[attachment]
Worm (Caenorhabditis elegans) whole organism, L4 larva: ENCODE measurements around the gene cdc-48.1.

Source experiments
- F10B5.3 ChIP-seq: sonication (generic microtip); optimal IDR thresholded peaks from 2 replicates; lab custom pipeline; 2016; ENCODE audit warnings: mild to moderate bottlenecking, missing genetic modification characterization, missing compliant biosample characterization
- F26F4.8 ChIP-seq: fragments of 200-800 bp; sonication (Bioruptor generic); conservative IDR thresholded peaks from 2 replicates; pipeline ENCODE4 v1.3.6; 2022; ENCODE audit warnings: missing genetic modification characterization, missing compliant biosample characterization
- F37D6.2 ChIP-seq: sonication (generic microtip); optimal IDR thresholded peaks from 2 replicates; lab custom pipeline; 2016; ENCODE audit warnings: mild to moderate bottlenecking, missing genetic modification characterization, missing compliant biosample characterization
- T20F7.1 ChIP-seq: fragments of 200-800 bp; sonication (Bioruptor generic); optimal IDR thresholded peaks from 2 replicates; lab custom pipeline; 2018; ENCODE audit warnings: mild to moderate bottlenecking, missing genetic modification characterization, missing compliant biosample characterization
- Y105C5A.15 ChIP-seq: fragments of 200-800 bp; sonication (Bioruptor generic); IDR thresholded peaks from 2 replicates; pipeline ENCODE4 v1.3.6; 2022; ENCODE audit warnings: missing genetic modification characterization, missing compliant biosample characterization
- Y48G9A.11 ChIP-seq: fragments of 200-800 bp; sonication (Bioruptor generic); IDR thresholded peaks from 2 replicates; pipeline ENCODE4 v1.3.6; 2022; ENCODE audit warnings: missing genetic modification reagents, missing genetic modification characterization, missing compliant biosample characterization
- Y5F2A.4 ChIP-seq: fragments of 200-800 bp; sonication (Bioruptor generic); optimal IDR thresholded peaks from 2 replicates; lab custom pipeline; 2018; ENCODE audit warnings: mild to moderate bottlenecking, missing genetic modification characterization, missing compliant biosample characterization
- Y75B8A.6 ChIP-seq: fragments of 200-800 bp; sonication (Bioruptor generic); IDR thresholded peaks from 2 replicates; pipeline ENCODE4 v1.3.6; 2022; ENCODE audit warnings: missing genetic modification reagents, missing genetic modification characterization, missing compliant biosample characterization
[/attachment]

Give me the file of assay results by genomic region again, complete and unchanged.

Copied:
Worm (Caenorhabditis elegans) whole organism, L4 larva: ENCODE measurements around the gene cdc-48.1.

Source experiments
- F10B5.3 ChIP-seq: sonication (generic microtip); optimal IDR thresholded peaks from 2 replicates; lab custom pipeline; 2016; ENCODE audit warnings: mild to moderate bottlenecking, missing genetic modification characterization, missing compliant biosample characterization
- F26F4.8 ChIP-seq: fragments of 200-800 bp; sonication (Bioruptor generic); conservative IDR thresholded peaks from 2 replicates; pipeline ENCODE4 v1.3.6; 2022; ENCODE audit warnings: missing genetic modification characterization, missing compliant biosample characterization
- F37D6.2 ChIP-seq: sonication (generic microtip); optimal IDR thresholded peaks from 2 replicates; lab custom pipeline; 2016; ENCODE audit warnings: mild to moderate bottlenecking, missing genetic modification characterization, missing compliant biosample characterization
- T20F7.1 ChIP-seq: fragments of 200-800 bp; sonication (Bioruptor generic); optimal IDR thresholded peaks from 2 replicates; lab custom pipeline; 2018; ENCODE audit warnings: mild to moderate bottlenecking, missing genetic modification characterization, missing compliant biosample characterization
- Y105C5A.15 ChIP-seq: fragments of 200-800 bp; sonication (Bioruptor generic); IDR thresholded peaks from 2 replicates; pipeline ENCODE4 v1.3.6; 2022; ENCODE audit warnings: missing genetic modification characterization, missing compliant biosample characterization
- Y48G9A.11 ChIP-seq: fragments of 200-800 bp; sonication (Bioruptor generic); IDR thresholded peaks from 2 replicates; pipeline ENCODE4 v1.3.6; 2022; ENCODE audit warnings: missing genetic modification reagents, missing genetic modification characterization, missing compliant biosample characterization
- Y5F2A.4 ChIP-seq: fragments of 200-800 bp; sonication (Bioruptor generic); optimal IDR thresholded peaks from 2 replicates; lab custom pipeline; 2018; ENCODE audit warnings: mild to moderate bottlenecking, missing genetic modification characterization, missing compliant biosample characterization
- Y75B8A.6 ChIP-seq: fragments of 200-800 bp; sonication (Bioruptor generic); IDR thresholded peaks from 2 replicates; pipeline ENCODE4 v1.3.6; 2022; ENCODE audit warnings: missing genetic modification reagents, missing genetic modification characterization, missing compliant biosample characterization